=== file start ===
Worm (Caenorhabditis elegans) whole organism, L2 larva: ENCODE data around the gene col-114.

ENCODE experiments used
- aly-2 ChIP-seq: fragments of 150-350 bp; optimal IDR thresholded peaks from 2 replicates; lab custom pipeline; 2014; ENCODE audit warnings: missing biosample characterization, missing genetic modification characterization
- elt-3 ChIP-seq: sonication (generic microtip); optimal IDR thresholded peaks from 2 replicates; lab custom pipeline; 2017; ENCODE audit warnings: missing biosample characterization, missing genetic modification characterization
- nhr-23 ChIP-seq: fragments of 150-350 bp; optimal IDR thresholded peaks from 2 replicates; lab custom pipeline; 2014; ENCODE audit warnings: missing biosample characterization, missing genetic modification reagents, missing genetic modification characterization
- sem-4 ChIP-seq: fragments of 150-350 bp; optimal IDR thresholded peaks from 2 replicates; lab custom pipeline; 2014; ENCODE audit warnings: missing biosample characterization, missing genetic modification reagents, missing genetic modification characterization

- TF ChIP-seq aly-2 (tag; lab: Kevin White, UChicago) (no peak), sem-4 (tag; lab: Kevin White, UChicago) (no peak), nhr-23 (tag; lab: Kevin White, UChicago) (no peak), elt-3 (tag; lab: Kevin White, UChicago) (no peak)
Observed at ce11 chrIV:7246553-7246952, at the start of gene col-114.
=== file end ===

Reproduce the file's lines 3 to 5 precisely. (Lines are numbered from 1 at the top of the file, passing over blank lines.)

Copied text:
- aly-2 ChIP-seq: fragments of 150-350 bp; optimal IDR thresholded peaks from 2 replicates; lab custom pipeline; 2014; ENCODE audit warnings: missing biosample characterization, missing genetic modification characterization
- elt-3 ChIP-seq: sonication (generic microtip); optimal IDR thresholded peaks from 2 replicates; lab custom pipeline; 2017; ENCODE audit warnings: missing biosample characterization, missing genetic modification characterization
- nhr-23 ChIP-seq: fragments of 150-350 bp; optimal IDR thresholded peaks from 2 replicates; lab custom pipeline; 2014; ENCODE audit warnings: missing biosample characterization, missing genetic modification reagents, missing genetic modification characterization